This is definitely a legitimate concern and one that can't be completely avoided but it can be mitigated.
The first thing to consider is whether people rank at the bottom because the standards are too high or because they are not a good fit for their position. This is where relative performance comes in. Being at the bottom of the leaderboard isn't so bad if you're not far from everyone else. If the gap between last place and second to last place is huge then there may be a problem (for the person at the bottom).
The second thing to consider is that it's not necessarily bad to identify poor performers. It makes it easier for managers to identify who they should work with and helps employees know they need to step things up.
With those things in mind, if gamification is causing anxiety here is what I would recommend. You'll need to shift the focus so that it is more about recognition that performance evaluation. What I mean by that is that achievements (for example) should be viewed as a celebration of good work rather than an expectation of normal work. Help people understand the expectations. Consider building a more cooperative system where the gamification is on a team level rather than an individual level. You may or may not also have competition among teams.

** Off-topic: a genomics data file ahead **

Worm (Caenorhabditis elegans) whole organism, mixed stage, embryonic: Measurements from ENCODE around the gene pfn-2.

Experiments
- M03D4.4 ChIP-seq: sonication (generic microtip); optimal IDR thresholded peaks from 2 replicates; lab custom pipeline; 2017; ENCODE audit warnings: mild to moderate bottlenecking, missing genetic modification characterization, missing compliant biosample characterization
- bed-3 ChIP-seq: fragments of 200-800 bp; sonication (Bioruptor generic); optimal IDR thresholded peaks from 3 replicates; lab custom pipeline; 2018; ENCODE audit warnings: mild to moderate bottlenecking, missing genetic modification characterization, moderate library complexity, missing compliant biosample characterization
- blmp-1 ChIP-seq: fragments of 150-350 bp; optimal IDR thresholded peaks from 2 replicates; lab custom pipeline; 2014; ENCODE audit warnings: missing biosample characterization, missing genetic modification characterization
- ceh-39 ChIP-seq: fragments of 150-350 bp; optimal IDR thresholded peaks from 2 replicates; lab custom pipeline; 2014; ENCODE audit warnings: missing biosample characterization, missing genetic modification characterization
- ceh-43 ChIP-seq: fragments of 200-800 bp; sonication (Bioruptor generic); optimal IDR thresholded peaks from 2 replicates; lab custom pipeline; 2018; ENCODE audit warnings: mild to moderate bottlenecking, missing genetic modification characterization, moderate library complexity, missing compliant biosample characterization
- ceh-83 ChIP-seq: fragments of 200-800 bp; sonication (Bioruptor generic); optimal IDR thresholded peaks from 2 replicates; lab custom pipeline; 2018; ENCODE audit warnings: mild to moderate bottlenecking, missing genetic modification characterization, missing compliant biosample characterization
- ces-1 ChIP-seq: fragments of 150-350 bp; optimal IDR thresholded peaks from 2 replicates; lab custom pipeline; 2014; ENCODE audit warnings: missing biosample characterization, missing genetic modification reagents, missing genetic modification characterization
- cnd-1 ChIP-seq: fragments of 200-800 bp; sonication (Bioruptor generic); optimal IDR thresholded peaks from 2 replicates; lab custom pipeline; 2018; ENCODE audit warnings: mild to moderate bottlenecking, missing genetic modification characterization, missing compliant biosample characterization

You're always going to have people who compare themselves to the best and that may create seemingly unattainable standards for some people. Gamification has the added benefit of exposing to a degree what those people do to be good and in a well designed system, their performance can act as a blueprint for others to follow.
Ultimately you have to understand your culture. A Customer Support team might thrive on cooperation and generally needs a different approach than a Direct Sales team that feeds on competition. The competitive nature of the system can be adjusted by focusing on different things and building systems that emphasize team goals rather than individual goals if needed.